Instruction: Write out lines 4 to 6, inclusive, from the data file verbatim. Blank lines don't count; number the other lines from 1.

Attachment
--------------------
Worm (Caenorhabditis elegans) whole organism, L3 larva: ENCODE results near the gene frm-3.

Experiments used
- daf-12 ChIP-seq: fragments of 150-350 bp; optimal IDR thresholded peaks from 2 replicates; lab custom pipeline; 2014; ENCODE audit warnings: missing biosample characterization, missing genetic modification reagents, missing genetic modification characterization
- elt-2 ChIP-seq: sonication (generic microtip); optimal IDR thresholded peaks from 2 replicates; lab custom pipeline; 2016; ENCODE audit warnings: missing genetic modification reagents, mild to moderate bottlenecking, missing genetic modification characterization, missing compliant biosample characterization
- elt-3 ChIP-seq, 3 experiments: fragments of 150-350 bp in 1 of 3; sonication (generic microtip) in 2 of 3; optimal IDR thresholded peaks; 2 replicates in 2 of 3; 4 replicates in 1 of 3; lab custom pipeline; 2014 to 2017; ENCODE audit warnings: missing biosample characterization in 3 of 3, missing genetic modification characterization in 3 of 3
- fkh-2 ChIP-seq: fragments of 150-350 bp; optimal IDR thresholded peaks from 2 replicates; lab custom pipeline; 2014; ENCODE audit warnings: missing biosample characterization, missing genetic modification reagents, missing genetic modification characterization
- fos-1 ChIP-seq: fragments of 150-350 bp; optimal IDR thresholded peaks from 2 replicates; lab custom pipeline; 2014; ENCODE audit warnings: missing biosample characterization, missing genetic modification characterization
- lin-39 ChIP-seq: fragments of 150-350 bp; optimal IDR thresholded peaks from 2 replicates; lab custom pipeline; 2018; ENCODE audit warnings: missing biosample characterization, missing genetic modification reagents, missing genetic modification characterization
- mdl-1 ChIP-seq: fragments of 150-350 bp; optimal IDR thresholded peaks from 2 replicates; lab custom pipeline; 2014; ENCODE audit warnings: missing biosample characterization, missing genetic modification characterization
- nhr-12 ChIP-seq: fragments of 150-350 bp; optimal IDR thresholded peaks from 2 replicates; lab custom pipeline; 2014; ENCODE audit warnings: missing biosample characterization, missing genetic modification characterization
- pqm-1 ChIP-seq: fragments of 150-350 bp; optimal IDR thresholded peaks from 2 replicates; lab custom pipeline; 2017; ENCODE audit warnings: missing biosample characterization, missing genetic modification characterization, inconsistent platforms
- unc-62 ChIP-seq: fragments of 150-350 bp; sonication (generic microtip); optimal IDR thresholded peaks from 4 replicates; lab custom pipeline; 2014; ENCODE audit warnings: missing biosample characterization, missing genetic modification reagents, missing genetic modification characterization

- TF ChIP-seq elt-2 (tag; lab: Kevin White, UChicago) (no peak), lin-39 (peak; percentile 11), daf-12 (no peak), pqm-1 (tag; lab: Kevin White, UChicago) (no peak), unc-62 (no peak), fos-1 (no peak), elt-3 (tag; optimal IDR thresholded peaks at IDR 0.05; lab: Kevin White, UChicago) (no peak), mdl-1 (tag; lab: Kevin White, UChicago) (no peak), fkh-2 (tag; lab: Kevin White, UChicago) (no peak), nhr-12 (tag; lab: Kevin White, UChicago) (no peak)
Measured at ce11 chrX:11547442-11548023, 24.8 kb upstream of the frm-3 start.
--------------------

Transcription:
- elt-2 ChIP-seq: sonication (generic microtip); optimal IDR thresholded peaks from 2 replicates; lab custom pipeline; 2016; ENCODE audit warnings: missing genetic modification reagents, mild to moderate bottlenecking, missing genetic modification characterization, missing compliant biosample characterization
- elt-3 ChIP-seq, 3 experiments: fragments of 150-350 bp in 1 of 3; sonication (generic microtip) in 2 of 3; optimal IDR thresholded peaks; 2 replicates in 2 of 3; 4 replicates in 1 of 3; lab custom pipeline; 2014 to 2017; ENCODE audit warnings: missing biosample characterization in 3 of 3, missing genetic modification characterization in 3 of 3
- fkh-2 ChIP-seq: fragments of 150-350 bp; optimal IDR thresholded peaks from 2 replicates; lab custom pipeline; 2014; ENCODE audit warnings: missing biosample characterization, missing genetic modification reagents, missing genetic modification characterization